Rooms of their own – psychological aspects of interior design and the relationship between the designer and client

Annie Murphy Paul

Home is more than a place to live, and interior designers are more than mere arbiters of taste. They’re psychologists of a different stripe.

Like many intimate relationships, the ones arranged by Karen Fisher begin in the dark. Fisher, whose company, Designer Previews, matches interior designers with potential clients, gives a slide show to people who want to decorate their homes. Then she sits back to watch–not the slides, which picture a parade of bedrooms, bathrooms, and kitchens, but the viewers’ reaction to them. A nudge, a grimace, a widening of the eyes, can tell Fisher what she needs to know. “Many people have an inner sense of what they want space to do for them, but they don’t have access to it or can’t put it into words,” says Fisher. “I help people visualize their dream–when they don’t even know what it is yet.”

After extensive interviews with the would-be clients, who are mostly married couples, she recommends an interior designer with whom she thinks they will work well. All this homework is necessary, says Fisher, “because decorating is about much more than fabric swatches and paint chips. It’s about how people see themselves and how they want to be perceived by others.” Designing a home can be a surprisingly emotional experience, she observes, and the relationship between designer and client can become intense.

People may find out all sorts of things about themselves in the process of decorating: that they prefer a rustic porch to a sleek home office, that they can’t live without walk-in closets, that despite their advancing age, a house like the one they grew up in is the only one that feels like home. They may even discover that to their spouse, home means something entirely different. “I’ve had so many clients split up on the day they move into their dream house,” says Fisher, ruefully. “The design process forces them to outline their vision of the future, and then they discover they don’t share that vision.”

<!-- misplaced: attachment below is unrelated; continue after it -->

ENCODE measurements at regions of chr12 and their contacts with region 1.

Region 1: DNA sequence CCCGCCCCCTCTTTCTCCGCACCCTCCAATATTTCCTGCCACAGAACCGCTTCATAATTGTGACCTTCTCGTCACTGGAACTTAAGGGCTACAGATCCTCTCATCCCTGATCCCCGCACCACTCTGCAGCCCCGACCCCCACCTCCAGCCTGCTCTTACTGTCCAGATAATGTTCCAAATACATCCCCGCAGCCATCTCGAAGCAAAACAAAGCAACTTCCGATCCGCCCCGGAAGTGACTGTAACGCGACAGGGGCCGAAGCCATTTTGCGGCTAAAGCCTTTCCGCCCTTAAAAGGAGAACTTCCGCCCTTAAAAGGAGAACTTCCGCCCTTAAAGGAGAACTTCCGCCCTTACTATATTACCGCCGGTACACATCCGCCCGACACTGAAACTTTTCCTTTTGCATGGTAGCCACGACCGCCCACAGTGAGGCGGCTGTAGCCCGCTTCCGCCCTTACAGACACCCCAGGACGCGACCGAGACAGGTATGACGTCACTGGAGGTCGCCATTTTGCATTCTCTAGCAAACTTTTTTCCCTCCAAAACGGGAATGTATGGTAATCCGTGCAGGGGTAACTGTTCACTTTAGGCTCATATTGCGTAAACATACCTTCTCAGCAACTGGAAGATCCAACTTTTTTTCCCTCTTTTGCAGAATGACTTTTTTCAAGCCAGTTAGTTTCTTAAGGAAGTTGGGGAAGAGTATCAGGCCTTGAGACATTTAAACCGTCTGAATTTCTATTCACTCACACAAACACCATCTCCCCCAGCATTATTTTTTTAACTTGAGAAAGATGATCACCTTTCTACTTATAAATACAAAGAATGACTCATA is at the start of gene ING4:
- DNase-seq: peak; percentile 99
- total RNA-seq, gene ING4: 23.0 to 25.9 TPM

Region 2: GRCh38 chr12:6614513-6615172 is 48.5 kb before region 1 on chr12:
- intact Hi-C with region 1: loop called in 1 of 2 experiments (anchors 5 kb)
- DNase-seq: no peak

The relationship between designer and client is itself a kind of marriage, which at its best is built on mutual trust and understanding. “If the process is really successful, the client feels like he’s a partner of the designer,” says Fisher. But this isn’t always a marriage of equals: while the client is the one who pays the bills, the decorator often calls the shots. He’s got the practiced eye, the well-honed judgment, the fluency in the foreign language of aesthetics. “The designer is educated, and he educates the clients,” Fisher explains. “He’s asking them to be visionaries, to grow into the space he designs for them.” Perhaps a parent-child analogy is more apt.

Or shrink-patient. The act of making a home is always psychologically fraught, laden with memories, fantasies, and expectations. “Decorating brings all kinds of feelings to a head,” says Fisher. “It doesn’t create feelings, but it stirs them up: feelings about one’s own life, about one’s partner, one’s parents.” Most people have strong emotions about the space they occupy, even if they don’t realize it–and designers must divine those feelings and channel them in a creative direction. “All the top designers are good psychologists,” says Fisher. “They get hired because they know what people need.”

COPYRIGHT 1998 Sussex Publishers, Inc.

COPYRIGHT 2000 Gale Group

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